Before: Sloviter, Lewis* and Garth, Circuit Judges
The opinion of the court was delivered by: Sloviter, Circuit Judge.
On Appeal from the United States District Court for the Eastern District of Pennsylvania
(D.C. Crim. No. 96-cr-00407)
Opinion filed May 14, 1998
In this case, we must examine whether there is any basis to justify the introduction into evidence of an anonymous note that was plainly hearsay. Appellant Byron Mitchell, who was convicted of conspiracy to commit and commission of Hobbs Act robbery, in violation of 18 U.S.C. § 1951, and use of and carrying a firearm during a crime of violence, in violation of 18 U.S.C. § 924(c), contends that the district court committed reversible error by permitting an anonymous note linking him to the getaway car to be admitted into evidence as a present sense impression, an excited utterance, or a statement containing sufficient indicia of reliability under the residual catch all exception previously sited in Federal Rule of Evidence 803(24).
The facts which appear not to be disputed are that between 9:00 a.m. and 9:15 a.m. on September 12, 1991 two men waited in a check cashing store at 29th and Girard Avenue in North Philadelphia, when an armored truck made a delivery of currency to the store. The assailants were armed with handguns and attacked the delivery man as he entered the store, robbing him of currency in excess of $20,000. The two men fled the scene in a beige car driven by a third person, and engaged in gunfire with those in the armored truck before they sped away. There was evidence that the two men who robbed the agency were William Robinson and Terrance Stewart, both dead at the time of trial. Mitchell was indicted on the theory that he was the third conspirator and operator of the getaway car.
During trial, the police officers testified that at 9:37 a.m. on September 12, 1991 the 911 radio room received an anonymous call in which the caller stated: "[I]n the 1660 block . . . of 32nd street, these guys just dumped this beige car. Apparently, they stole it [be]cause they jumped into another car and took off." The caller also gave the license plate number of the deserted car, which turned out to be the beige getaway car that had been seen at the scene of the robbery. That car had been stolen shortly before the robbery at a gas station not far from the site of the robbery.
At 10:00 a.m., based on the 911 call, police officers found the beige car where the 911 caller had stated it was. A search by FBI agents recovered latent fingerprints and two anonymous notes from the front seat. One note contained the license plate number of the getaway car itself, ZPR-274, and is not challenged on appeal.1 The other note, which is the subject of this appeal, stated: "Light green ZPJ-254. They changed cars; this is the other car." A check on the light green car revealed that it was a green 1978 Buick registered to Anita Young, then fiancee and later wife of defendant Mitchell.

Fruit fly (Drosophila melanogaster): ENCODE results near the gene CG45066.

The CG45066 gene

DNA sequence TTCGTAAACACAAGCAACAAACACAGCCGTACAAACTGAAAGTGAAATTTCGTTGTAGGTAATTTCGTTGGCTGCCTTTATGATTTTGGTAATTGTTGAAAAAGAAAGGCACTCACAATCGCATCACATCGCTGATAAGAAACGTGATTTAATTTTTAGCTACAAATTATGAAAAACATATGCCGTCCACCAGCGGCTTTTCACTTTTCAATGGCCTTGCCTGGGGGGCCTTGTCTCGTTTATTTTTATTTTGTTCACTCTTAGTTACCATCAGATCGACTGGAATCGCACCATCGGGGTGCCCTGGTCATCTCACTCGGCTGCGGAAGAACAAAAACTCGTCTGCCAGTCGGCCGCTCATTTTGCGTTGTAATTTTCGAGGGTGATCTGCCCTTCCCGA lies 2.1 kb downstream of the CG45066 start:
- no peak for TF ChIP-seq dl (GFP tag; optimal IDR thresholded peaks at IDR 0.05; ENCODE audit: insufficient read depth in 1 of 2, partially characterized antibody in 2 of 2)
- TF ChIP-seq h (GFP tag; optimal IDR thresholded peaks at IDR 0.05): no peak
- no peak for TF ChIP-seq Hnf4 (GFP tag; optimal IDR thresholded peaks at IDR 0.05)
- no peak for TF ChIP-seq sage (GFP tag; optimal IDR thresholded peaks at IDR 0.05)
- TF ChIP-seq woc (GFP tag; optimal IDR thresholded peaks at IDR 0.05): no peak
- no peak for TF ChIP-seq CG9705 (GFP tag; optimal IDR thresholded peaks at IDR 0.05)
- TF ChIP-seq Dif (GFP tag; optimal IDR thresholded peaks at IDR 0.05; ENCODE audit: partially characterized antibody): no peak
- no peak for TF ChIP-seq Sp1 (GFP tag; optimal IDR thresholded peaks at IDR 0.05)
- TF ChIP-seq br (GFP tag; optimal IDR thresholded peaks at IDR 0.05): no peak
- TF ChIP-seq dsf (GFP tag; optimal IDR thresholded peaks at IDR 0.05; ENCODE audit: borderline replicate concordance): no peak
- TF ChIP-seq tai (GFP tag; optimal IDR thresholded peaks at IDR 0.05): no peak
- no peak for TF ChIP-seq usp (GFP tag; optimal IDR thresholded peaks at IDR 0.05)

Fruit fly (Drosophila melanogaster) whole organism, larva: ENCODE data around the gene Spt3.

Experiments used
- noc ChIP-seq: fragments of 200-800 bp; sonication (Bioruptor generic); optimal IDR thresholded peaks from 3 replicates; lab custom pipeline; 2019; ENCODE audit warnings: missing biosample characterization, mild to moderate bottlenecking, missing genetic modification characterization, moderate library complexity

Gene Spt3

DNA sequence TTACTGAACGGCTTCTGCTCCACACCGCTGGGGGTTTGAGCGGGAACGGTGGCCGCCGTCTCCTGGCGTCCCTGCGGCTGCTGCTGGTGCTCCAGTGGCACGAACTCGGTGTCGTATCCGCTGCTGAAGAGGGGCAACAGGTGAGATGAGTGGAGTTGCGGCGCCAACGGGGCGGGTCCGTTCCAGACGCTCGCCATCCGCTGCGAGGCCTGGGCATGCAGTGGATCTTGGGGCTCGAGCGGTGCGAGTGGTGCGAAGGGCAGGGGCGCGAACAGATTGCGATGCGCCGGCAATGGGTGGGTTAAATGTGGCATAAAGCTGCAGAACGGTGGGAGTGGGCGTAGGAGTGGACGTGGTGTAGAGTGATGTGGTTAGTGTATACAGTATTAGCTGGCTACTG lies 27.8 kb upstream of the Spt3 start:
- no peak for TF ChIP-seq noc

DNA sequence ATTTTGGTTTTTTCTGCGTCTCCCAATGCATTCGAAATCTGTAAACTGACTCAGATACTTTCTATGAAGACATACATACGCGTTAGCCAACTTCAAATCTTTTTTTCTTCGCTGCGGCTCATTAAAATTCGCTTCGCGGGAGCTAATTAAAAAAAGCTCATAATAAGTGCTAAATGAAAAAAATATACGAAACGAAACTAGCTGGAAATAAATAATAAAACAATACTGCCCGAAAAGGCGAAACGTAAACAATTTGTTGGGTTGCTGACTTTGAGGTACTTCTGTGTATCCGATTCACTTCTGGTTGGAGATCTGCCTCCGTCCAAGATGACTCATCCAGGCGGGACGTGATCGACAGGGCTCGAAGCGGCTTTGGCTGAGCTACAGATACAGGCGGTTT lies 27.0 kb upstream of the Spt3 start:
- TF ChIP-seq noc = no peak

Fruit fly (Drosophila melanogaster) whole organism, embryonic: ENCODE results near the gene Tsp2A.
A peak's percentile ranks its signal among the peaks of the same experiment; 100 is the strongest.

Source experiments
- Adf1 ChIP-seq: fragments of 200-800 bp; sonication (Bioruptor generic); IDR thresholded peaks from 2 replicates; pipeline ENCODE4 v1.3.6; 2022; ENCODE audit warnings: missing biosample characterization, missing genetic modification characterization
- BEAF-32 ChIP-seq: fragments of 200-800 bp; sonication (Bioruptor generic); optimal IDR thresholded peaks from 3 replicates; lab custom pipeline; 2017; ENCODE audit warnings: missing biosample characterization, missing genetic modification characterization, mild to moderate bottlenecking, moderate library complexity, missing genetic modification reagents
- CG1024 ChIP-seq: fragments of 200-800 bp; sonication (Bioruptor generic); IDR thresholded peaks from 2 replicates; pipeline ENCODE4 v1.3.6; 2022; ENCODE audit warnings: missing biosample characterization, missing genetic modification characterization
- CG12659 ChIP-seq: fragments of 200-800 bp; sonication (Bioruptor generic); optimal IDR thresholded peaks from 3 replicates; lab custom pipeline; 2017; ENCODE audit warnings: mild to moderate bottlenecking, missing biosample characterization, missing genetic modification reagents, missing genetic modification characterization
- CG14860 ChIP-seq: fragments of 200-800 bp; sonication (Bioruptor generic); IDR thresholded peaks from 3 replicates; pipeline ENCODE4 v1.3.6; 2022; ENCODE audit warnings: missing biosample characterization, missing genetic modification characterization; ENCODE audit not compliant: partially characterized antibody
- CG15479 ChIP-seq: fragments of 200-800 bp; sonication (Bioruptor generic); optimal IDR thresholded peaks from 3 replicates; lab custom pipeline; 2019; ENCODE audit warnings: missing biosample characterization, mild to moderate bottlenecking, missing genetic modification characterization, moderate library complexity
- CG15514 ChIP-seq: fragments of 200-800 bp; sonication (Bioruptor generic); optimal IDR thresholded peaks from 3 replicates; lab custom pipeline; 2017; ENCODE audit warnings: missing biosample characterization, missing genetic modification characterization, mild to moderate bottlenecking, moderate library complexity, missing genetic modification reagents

That afternoon, an FBI agent who was part of a surveillance unit searching for that car observed Mitchell park the green Buick and enter Young's house. He exited shortly thereafter and drove away, with the agent following him. When the agent had grounds for a stop because of traffic violations, he searched Mitchell who was carrying $1,400 dollars in small bills. He also had a receipt from a lawyer for a $600 payment in cash which was made earlier that day.
In addition to the testimony about the note referencing the light green car that led the authorities directly to Mitchell, the government presented testimony from Kim Chester, the girlfriend of Robinson, one of the other two robbers, who testified that in early September she overheard the three men discuss the robbery and discuss who had a gun and the need to get a car for the robbery. She further testified that while she was waiting for a bus on the morning of September 12, 1991, Robinson, Stewart and Mitchell drove by in Anita Young's green car and picked Chester up before 8:00 a.m. and drove her to work. While in the car, she heard them discussing how to obtain a getaway car, and heard Mitchell say he was not going to use Young's car for that purpose.
The government also presented testimony of Duane Johnson, an FBI agent specializing in fingerprint analysis, who testified that there were nine points of similarity between two of the fingerprints found in the getaway car and those taken from Mitchell. One fingerprint was on the outside door handle and the other was on the gear shift of the car. Agent Johnson conceded that it was common to have up to one hundred points of comparison when identifying an individual by fingerprint, but stated that he had made identifications on as little as seven.
Except for the testimony of Eileen Lamper, who testified that Mitchell was friends with one of the other robbers (thus supporting Chester's testimony), the other witnesses did not inculpate Mitchell per se; they established that the ...